The Happy Camper: History of the S’more

Kevin Callan discusses the history of everybody's favourite campsite treat - the s'more.

Credit: Kevin Callan

At times, making dessert seems too time consuming. It’s not.

Don’t fall into the routine of handing out chocolate bars to everyone to munch on around the campfire. That’s not dessert. Besides, desserts can be quite simple to make. Fresh fruit covered in melted chocolate or even caramel pudding served with a shot of Grand Marnier is better than a stale cookie. Just look at the history of the s’more. Since it’s creation, camping has definitely stepped up a notch.

S’mores have been a camp tradition ever since the recipe first appeared in the 1927 edition of the Girl Scout handbook: Tramping and Trailing. And there’s no doubt why it was given its name — short for “some more.” Think about it. Kids get to pierce a sugary marshmallow with a stick, hold it over the campfire until it ignites, then squish it between two chunks of chocolate and two Graham crackers (some campers have been known to toss the crackers).

Similar to most recipes, the s’more wasn’t completely original. Products with a comparable recipe (marshmallows, chocolate and graham crackers) entered the market place prior to the Girl Scout manual. Moon Pies were introduced in 1917 and Mallomars were on the store shelves as early as 1913.

Marshmallows, the key ingredient to a s’more, have an even longer history. Egyptians would squeeze the sweet sap from the mallow plant growing in wild marshes and add honey for flavor. By the mid-1800s the treat had reached France when owners of a small candy store whipped, sweetened and molded the gummy sap.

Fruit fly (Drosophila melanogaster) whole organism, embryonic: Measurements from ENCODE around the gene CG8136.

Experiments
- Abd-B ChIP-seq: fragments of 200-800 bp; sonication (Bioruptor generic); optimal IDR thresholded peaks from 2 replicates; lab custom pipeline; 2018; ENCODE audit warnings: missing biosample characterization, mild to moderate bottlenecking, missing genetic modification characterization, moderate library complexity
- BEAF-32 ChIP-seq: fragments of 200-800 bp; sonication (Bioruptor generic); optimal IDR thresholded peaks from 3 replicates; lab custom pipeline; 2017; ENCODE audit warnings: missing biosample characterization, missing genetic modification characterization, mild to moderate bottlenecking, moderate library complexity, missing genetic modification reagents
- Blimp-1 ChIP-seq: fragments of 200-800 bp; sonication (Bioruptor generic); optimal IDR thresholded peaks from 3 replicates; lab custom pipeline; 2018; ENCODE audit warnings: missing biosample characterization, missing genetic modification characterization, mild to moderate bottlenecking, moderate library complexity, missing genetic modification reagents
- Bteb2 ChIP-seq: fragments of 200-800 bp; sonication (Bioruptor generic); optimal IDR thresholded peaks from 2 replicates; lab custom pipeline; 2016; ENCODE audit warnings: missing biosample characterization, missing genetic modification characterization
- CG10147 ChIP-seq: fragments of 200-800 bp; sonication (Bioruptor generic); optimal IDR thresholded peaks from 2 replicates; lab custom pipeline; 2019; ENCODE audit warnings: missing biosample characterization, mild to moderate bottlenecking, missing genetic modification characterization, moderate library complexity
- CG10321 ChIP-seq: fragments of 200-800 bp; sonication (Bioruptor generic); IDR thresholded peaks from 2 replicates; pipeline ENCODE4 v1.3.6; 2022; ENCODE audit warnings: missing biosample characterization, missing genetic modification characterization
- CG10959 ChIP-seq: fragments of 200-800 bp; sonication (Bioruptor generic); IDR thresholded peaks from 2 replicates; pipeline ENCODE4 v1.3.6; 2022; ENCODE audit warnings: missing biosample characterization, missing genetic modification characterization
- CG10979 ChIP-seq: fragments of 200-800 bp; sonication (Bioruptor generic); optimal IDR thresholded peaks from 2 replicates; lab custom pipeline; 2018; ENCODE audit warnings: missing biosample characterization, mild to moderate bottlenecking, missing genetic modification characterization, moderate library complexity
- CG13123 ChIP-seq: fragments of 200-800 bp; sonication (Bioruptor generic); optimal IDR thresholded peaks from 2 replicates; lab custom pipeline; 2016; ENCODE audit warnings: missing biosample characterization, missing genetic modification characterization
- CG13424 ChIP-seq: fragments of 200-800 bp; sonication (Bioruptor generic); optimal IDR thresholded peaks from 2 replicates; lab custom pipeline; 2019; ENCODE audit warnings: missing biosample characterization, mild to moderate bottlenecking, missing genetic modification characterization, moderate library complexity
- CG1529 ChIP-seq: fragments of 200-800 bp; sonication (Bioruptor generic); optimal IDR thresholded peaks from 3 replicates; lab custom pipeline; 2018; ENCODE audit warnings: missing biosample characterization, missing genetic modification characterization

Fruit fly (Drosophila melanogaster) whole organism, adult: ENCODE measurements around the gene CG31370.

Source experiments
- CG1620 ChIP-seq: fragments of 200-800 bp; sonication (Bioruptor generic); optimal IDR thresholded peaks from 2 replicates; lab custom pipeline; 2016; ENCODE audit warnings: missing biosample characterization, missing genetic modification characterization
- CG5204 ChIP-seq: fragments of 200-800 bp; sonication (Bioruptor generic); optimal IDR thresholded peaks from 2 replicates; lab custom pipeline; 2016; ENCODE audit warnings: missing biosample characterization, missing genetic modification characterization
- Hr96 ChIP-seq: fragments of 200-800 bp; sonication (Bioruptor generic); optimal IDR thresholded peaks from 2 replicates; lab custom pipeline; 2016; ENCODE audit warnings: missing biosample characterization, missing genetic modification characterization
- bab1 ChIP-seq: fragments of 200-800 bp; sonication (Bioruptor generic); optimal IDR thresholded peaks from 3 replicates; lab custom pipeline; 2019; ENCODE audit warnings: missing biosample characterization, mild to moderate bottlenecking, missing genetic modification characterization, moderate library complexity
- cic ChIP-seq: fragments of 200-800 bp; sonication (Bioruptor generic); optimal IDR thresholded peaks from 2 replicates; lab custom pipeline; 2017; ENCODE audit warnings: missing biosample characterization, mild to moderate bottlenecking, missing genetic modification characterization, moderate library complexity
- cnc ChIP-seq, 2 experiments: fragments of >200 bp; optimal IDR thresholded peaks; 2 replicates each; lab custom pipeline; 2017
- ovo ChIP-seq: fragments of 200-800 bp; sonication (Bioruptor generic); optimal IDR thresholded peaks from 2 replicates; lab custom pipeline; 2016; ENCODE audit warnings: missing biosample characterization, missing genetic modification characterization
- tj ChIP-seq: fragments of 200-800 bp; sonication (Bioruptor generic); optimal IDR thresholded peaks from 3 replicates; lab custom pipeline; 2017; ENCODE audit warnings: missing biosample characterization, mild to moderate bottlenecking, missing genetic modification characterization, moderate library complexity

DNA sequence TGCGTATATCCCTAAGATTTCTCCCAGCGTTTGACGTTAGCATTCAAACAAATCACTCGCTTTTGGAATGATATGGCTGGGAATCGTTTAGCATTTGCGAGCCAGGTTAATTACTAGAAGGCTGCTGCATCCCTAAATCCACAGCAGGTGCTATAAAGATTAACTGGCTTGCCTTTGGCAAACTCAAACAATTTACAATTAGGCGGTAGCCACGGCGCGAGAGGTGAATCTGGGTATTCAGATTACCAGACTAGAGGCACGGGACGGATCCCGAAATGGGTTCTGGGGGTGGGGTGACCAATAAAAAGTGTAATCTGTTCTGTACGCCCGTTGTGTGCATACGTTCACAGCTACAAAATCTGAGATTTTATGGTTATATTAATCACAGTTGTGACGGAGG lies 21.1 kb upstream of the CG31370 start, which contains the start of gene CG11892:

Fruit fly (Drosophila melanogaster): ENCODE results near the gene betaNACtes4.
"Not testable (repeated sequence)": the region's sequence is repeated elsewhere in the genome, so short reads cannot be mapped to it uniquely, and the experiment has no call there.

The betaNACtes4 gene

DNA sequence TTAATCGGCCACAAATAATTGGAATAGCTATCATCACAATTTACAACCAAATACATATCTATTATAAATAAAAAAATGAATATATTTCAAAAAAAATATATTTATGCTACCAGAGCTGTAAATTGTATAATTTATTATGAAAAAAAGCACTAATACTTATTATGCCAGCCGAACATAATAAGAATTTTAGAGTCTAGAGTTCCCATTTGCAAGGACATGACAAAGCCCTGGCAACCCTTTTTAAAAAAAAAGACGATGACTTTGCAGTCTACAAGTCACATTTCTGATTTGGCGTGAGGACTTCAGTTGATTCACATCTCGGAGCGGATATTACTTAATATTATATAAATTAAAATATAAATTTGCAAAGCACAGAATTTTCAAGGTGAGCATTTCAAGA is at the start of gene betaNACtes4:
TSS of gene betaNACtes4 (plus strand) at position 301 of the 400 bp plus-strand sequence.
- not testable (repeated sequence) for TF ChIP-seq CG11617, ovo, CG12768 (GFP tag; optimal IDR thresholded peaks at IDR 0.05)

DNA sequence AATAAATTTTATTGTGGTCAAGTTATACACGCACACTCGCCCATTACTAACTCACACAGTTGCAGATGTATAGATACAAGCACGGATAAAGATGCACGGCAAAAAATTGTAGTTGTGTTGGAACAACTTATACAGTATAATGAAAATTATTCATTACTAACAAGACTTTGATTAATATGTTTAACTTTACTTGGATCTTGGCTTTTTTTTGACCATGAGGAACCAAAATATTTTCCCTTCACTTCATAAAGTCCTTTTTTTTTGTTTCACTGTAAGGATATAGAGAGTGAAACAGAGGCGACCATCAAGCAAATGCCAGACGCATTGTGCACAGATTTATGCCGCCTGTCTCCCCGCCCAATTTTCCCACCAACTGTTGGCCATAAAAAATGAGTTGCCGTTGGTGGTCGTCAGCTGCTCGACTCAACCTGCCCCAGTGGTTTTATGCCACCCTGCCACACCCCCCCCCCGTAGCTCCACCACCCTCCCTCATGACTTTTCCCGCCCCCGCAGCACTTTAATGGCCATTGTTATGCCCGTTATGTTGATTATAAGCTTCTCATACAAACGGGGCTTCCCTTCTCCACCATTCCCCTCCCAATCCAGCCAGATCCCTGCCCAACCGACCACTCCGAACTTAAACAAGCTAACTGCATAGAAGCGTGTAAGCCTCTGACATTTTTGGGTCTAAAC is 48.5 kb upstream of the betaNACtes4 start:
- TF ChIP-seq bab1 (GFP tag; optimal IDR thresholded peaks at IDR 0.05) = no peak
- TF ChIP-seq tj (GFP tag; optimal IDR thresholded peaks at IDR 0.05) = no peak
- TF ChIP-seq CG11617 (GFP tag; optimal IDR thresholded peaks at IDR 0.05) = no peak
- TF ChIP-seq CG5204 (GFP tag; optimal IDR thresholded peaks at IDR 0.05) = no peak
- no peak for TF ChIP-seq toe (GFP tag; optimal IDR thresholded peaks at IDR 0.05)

It didn’t take long for the natural mallow to be replaced by gelatin and modified cornstarch. In 1948 a marshmallow manufacture, Alex Doumark, had the idea of pushing the sticky substance through a long pipe and cut it to the shape we’re used to seeing. A couple years later some other manufacture had the idea of injecting air, giving the marshmallow its fluffy, light texture.

To date no one seems to know who actually started the act of toasting a marshmallow over a campfire and transforming the white spongy puff into a burned carbon shell with a sticky, tongue-burning centre. It was probably some camp councilor that couldn’t stand baking up another can of pork and beans. But it’s in the United States where most are now consumed — 90 million pounds per year to be exact. The majority of those consumers are — no surprise — under the age of twelve. It seems the older one gets, the less inviting toasting a marshmallow becomes. Most adults, 56 per cent in fact, prefer eating it raw. Truth is, parents secretly despise them; and they especially loathe the making of s’mores on camping trips. The problem is that the gooey mess will undoubtedly get all over the kid’s clothes, making them bear bait for the rest of the evening.